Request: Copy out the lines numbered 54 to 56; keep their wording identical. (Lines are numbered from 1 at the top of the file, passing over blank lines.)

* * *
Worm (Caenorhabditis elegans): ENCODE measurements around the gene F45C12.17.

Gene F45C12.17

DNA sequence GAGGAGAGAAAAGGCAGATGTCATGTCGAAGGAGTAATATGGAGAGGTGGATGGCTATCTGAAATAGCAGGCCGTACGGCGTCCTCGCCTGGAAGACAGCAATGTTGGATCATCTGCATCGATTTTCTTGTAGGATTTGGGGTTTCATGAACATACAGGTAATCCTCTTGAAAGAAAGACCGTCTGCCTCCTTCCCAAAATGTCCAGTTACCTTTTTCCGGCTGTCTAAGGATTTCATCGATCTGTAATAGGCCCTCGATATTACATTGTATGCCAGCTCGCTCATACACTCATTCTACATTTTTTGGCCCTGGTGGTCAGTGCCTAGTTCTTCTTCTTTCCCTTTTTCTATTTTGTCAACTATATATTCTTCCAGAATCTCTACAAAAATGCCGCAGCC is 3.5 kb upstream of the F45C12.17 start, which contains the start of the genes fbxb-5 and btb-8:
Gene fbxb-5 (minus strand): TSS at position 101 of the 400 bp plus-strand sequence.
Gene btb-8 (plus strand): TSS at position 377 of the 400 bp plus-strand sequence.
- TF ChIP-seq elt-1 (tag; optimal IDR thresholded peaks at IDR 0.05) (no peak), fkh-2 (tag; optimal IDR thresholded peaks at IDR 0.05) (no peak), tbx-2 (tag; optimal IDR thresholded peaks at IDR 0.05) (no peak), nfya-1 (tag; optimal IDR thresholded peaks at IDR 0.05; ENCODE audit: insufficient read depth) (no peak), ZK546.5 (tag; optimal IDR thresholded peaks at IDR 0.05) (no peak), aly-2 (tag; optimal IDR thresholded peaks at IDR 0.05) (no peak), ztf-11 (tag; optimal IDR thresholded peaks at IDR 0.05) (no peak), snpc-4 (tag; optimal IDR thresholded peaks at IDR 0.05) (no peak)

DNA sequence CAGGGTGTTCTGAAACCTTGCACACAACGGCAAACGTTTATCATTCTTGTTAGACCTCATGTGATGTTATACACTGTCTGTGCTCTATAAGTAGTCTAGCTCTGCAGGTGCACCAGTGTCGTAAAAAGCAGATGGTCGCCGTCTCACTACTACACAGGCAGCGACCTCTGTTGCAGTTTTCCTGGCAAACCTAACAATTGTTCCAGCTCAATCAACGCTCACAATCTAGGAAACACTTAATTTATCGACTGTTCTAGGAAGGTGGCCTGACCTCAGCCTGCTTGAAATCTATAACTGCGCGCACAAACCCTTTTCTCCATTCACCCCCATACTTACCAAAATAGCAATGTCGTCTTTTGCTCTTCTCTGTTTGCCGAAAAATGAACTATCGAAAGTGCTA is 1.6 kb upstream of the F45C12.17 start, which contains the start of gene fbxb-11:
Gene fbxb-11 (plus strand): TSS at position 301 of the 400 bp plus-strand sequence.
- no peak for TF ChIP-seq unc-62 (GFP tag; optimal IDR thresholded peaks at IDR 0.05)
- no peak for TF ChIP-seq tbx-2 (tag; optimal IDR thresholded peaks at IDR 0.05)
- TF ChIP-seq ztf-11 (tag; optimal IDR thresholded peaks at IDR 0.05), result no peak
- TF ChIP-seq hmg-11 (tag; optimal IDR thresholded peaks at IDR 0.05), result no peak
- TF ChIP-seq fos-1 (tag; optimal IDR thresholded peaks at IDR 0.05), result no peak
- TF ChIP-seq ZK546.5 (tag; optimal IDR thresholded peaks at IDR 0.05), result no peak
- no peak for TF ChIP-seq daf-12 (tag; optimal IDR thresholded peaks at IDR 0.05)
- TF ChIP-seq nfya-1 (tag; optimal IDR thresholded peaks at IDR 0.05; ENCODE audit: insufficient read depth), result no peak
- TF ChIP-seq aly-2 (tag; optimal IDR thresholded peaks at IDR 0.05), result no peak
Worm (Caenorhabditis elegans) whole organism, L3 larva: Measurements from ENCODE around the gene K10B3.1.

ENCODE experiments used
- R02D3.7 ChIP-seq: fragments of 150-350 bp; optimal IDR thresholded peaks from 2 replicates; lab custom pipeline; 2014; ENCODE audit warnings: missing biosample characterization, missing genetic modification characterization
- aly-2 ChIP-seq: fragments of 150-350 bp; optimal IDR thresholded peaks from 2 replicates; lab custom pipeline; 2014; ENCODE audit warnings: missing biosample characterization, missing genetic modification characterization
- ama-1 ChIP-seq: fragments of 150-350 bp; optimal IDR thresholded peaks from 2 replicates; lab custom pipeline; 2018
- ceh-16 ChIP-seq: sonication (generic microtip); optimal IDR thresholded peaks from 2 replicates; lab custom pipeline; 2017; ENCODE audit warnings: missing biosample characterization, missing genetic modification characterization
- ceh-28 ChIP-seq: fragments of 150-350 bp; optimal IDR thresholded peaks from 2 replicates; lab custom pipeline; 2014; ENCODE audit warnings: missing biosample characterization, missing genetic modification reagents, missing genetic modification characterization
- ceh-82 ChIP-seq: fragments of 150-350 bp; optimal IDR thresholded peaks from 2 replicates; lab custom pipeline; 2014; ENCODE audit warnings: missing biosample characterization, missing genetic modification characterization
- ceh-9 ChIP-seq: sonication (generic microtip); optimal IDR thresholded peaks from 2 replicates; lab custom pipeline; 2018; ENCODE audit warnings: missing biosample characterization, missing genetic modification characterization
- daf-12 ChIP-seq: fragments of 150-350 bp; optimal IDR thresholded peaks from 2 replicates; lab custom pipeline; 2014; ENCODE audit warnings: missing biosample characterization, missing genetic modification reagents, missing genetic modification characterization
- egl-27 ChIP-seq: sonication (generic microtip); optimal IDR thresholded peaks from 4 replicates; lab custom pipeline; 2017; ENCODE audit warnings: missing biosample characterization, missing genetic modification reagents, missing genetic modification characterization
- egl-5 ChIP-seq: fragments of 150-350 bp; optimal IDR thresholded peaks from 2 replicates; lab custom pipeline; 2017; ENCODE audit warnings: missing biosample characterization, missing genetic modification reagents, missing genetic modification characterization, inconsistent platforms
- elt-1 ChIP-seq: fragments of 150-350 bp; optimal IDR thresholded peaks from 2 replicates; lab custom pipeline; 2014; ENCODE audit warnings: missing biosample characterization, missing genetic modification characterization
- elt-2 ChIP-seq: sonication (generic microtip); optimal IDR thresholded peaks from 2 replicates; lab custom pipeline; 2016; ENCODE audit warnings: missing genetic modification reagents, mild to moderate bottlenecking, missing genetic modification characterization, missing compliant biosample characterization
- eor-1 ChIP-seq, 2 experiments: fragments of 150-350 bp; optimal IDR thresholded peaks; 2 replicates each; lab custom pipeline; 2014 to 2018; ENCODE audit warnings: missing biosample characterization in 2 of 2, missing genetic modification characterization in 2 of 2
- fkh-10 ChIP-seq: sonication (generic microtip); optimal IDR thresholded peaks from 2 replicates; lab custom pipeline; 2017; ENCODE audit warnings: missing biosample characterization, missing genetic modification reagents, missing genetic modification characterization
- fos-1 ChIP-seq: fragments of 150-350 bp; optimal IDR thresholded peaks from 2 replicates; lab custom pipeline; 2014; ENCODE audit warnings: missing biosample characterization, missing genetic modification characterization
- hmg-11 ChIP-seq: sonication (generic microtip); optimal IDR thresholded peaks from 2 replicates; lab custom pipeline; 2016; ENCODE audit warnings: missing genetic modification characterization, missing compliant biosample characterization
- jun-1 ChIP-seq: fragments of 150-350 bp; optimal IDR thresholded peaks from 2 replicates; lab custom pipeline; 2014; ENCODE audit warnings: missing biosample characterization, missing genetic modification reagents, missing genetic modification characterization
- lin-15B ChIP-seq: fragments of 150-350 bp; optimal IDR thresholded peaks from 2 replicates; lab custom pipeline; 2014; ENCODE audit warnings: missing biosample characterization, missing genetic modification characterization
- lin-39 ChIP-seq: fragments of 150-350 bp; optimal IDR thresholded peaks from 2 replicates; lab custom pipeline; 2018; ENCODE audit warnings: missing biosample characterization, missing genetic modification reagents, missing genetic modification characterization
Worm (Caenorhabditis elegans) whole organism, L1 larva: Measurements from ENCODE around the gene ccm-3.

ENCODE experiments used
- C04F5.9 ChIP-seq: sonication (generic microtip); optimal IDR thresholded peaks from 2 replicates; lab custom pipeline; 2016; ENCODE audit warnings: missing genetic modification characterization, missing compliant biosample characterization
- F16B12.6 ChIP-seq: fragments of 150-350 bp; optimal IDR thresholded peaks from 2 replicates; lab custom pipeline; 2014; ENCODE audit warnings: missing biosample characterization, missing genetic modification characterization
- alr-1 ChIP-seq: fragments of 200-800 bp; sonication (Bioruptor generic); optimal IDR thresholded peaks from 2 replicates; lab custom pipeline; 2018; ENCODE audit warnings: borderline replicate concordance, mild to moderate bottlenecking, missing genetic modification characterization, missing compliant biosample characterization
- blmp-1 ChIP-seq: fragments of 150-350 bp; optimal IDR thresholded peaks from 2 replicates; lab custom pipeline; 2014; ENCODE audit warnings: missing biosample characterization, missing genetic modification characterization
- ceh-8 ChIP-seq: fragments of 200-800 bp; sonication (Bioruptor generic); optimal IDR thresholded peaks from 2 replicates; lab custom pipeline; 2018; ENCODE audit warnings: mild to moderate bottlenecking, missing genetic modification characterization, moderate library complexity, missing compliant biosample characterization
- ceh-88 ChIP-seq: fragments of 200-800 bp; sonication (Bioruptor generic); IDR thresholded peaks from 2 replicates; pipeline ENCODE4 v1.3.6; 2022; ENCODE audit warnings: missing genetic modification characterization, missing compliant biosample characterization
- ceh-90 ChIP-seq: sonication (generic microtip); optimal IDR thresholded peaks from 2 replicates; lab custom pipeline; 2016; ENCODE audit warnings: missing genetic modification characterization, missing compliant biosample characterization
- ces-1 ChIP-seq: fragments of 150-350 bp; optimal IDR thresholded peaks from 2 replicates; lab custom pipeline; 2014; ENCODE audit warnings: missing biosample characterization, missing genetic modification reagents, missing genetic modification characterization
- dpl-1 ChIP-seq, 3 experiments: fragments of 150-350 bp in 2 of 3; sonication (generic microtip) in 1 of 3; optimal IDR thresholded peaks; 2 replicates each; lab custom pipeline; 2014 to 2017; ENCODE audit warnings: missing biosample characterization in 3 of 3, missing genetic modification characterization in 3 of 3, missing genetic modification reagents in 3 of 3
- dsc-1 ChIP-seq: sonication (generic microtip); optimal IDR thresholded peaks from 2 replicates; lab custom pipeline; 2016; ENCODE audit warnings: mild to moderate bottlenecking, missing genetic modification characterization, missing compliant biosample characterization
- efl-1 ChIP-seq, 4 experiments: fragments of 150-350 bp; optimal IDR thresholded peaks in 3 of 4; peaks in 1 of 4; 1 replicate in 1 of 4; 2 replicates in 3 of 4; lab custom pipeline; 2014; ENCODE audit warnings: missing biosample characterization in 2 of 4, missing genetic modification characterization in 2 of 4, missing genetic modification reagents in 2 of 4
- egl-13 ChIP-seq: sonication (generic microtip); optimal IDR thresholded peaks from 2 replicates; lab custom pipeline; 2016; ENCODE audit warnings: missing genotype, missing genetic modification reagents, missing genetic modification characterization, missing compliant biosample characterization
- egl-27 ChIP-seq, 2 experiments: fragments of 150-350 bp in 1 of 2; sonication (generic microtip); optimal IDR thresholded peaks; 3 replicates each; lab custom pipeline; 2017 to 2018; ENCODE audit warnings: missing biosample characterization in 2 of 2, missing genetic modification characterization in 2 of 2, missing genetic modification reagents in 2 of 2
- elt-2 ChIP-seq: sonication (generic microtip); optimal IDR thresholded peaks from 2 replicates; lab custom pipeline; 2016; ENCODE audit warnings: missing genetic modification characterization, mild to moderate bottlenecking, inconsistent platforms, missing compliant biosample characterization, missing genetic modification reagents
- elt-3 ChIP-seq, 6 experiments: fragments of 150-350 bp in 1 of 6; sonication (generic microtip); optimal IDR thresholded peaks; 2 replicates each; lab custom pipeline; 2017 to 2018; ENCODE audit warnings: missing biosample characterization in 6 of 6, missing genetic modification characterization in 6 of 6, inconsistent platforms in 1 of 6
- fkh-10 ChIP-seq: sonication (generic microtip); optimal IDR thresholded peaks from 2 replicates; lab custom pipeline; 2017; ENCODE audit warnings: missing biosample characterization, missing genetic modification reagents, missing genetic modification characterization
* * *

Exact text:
- elt-2 ChIP-seq: sonication (generic microtip); optimal IDR thresholded peaks from 2 replicates; lab custom pipeline; 2016; ENCODE audit warnings: missing genetic modification characterization, mild to moderate bottlenecking, inconsistent platforms, missing compliant biosample characterization, missing genetic modification reagents
- elt-3 ChIP-seq, 6 experiments: fragments of 150-350 bp in 1 of 6; sonication (generic microtip); optimal IDR thresholded peaks; 2 replicates each; lab custom pipeline; 2017 to 2018; ENCODE audit warnings: missing biosample characterization in 6 of 6, missing genetic modification characterization in 6 of 6, inconsistent platforms in 1 of 6
- fkh-10 ChIP-seq: sonication (generic microtip); optimal IDR thresholded peaks from 2 replicates; lab custom pipeline; 2017; ENCODE audit warnings: missing biosample characterization, missing genetic modification reagents, missing genetic modification characterization